It is a very smart legislative strategy to tie the CIFA legislation to the renewal of the compacts. The compacts must be enacted this year and nothing seems to generate interest in the Pacific more than the competition with China. Linking the renewal of the compacts to national security is pretty easy. Linking national security to COFA migrant status is harder but still an easy lift. This same CIFA legislation was attempted in a previous Congress, but with no success. There was no national security urgency then.

As for Hawaii bearing the brunt of COFA migrant costs, Guahan knows better. In a 2020 GAO study, the conditions of the COFA migrant population were studied in great detail. With a significant margin of error, the report stated that Hawaii had 24,755 migrants whereas Guahan had 18,874. Washington State (7,270) and Arkansas (5,895) were the next two states in line. The proportionate impact was not discussed. It needs to be.

In comparison, COFA migrants account for 11 percent of Guam’s population, and 1.7 percent of Hawaii’s. If Hawaii had the same proportion of migrants, the total number would be 154,000. Of course, Hawaii also has two senators and two House members. That makes their numbers much more significant than Guahan’s condition as represented by a non-voting delegate. I know the difficulties of that task.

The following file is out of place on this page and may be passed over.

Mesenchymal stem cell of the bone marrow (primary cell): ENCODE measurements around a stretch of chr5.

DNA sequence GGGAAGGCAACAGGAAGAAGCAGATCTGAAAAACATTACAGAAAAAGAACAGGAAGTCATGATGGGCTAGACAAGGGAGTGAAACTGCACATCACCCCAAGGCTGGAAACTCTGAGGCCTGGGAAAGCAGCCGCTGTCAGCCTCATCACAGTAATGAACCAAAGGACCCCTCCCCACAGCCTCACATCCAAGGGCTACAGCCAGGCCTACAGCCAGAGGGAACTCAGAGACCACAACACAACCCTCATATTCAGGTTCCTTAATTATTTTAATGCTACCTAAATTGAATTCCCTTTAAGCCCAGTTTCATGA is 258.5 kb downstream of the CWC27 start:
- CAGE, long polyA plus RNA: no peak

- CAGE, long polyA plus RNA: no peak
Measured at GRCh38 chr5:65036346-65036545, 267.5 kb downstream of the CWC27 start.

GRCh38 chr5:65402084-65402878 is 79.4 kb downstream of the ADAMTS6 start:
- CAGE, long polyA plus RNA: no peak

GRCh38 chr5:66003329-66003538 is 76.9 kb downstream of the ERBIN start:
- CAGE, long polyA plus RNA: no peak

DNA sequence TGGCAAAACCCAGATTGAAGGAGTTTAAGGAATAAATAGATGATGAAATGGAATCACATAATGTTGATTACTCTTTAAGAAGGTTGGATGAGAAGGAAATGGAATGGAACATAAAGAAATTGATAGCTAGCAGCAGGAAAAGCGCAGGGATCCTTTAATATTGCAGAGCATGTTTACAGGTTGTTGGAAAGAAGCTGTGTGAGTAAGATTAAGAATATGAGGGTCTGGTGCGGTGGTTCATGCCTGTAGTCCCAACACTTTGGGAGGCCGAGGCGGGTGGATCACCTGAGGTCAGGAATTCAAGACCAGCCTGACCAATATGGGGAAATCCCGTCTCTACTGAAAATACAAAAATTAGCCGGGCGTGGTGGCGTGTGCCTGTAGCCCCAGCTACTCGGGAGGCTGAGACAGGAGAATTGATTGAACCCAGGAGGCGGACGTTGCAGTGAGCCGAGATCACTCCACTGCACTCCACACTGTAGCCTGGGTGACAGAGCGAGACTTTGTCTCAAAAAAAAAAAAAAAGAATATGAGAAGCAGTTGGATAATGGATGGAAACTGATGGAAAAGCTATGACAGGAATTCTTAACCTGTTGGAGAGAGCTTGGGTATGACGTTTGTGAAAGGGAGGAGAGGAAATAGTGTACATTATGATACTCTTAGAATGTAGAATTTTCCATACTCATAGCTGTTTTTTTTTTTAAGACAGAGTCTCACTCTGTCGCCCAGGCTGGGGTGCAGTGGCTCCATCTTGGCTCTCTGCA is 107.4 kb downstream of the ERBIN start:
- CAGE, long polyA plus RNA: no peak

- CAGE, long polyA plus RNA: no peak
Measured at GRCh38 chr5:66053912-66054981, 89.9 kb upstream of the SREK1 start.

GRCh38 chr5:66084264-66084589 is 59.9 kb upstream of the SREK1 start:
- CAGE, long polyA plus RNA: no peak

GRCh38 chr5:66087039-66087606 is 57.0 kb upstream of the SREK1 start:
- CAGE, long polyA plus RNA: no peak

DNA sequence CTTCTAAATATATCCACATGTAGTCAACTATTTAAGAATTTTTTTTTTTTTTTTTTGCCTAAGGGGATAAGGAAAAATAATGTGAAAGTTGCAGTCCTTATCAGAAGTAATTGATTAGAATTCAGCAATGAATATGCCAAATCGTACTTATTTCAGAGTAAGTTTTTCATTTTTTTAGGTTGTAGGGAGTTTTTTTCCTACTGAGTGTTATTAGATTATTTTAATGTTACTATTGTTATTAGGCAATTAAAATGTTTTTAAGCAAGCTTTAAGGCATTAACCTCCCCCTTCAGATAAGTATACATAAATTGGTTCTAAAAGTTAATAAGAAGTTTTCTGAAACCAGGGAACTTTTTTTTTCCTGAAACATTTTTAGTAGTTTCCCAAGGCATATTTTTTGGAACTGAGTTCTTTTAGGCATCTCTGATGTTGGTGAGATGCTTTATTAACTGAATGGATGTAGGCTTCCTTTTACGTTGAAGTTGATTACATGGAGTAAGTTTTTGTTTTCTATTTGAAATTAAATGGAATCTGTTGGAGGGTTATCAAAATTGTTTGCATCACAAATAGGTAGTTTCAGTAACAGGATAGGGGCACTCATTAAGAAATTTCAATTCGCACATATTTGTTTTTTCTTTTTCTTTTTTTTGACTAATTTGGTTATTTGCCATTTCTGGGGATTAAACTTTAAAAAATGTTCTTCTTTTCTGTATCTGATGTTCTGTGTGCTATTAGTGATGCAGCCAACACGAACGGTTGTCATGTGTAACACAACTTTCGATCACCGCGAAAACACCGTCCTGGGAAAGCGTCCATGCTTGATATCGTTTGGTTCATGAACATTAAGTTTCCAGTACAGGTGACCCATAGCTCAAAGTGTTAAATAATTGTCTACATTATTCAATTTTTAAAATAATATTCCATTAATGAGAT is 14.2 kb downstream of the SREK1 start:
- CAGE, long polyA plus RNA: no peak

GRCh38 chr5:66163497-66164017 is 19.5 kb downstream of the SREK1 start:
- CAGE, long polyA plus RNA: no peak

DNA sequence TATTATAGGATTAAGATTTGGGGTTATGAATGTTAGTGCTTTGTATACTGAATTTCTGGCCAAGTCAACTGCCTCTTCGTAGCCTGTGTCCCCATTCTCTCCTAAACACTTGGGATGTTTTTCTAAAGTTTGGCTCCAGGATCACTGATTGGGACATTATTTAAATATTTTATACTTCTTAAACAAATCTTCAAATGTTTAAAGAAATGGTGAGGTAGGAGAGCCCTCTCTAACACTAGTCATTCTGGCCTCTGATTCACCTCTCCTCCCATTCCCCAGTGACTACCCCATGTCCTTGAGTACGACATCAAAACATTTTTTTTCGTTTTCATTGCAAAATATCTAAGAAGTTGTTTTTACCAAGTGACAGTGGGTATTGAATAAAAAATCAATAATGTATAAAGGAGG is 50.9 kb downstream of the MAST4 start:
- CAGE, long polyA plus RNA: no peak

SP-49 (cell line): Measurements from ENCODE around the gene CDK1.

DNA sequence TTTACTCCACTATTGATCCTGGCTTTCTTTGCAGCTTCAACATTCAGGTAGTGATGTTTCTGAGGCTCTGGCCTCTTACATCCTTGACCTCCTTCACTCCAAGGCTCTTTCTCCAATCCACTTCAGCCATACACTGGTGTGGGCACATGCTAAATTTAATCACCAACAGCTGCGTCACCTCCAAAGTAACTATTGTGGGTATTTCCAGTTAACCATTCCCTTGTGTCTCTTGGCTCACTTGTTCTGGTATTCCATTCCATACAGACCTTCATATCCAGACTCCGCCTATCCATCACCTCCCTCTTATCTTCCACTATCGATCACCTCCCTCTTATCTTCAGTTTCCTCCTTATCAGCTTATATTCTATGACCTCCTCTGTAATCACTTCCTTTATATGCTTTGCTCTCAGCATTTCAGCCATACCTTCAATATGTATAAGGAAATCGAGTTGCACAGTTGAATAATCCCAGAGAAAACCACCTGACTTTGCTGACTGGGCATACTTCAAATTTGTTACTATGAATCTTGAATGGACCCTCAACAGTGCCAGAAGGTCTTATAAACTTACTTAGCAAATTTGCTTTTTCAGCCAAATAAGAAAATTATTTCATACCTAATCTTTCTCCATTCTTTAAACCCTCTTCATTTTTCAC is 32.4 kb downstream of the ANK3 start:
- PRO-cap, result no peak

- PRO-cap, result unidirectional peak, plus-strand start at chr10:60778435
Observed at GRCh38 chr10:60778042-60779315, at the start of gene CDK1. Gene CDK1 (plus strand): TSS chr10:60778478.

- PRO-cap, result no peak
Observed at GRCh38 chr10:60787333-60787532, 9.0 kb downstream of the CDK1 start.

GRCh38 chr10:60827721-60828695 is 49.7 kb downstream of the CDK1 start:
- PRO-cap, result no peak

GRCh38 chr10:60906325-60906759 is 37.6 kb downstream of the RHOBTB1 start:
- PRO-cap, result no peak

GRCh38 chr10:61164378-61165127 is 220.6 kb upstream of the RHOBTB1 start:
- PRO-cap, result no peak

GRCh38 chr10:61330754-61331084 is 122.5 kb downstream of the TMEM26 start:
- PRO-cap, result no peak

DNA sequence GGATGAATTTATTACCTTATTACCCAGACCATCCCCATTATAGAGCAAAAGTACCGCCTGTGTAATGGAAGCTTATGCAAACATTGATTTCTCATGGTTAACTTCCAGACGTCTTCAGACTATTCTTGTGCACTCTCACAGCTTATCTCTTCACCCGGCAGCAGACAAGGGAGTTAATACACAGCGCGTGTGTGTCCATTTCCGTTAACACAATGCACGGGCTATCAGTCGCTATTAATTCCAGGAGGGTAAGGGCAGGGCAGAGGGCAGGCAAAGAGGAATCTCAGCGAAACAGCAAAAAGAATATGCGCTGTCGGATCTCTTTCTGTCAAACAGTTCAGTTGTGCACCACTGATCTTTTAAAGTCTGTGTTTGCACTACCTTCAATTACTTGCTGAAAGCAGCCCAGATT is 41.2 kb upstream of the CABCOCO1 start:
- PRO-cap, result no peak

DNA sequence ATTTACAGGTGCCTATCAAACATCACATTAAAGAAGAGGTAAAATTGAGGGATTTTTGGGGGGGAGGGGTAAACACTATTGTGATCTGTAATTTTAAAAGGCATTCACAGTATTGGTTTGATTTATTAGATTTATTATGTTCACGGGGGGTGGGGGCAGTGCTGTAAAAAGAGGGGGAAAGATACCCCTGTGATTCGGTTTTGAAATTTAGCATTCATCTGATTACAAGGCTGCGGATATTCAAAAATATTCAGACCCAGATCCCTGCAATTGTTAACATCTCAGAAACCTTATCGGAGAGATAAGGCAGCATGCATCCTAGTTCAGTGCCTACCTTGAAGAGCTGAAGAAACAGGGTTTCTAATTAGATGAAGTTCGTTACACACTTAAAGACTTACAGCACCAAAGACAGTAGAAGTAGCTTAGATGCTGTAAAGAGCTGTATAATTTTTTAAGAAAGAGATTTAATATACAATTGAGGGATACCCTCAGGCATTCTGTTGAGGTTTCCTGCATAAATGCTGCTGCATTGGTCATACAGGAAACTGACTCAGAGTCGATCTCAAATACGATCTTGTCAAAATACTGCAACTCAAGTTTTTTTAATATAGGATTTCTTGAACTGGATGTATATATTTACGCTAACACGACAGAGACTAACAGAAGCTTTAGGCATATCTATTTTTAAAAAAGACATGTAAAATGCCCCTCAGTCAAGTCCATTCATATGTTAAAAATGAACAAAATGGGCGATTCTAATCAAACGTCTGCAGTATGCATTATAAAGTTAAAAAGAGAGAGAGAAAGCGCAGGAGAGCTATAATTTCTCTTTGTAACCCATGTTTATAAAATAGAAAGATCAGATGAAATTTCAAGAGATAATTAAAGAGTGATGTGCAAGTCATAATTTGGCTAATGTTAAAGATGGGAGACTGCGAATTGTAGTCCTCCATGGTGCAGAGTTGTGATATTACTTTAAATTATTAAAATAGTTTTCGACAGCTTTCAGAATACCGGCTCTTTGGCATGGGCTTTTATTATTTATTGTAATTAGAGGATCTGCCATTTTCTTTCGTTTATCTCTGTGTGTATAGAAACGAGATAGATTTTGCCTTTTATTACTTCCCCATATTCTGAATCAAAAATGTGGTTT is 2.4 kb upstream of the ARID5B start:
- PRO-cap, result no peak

This is not to dispute the real difficulties faced by COFA migrants. Their status is not clear to many states or communities. They face problems with securing copies of the I-94, which document their presence and rights within the United States. They are denied jobs and subjected to delays in securing basic health care services due to ignorance, sometimes willful, about their unique standing in American society.

I have assisted many national organizations and I have explained their situation to officials in the Biden administration. There are real people-to-people problems experienced by COFA migrants, our fellow islanders.

But this is a policy problem caused by ignorance of what COFA means. It is further complicated by ignorance, perhaps willful, of the concerns of small territories. The impact on the delivery of basic services and community services like education, police protection, waste disposal and recreation in a territory that does not get full federal funding (as in states) for these services is great, especially when considering the proportionality of the numbers.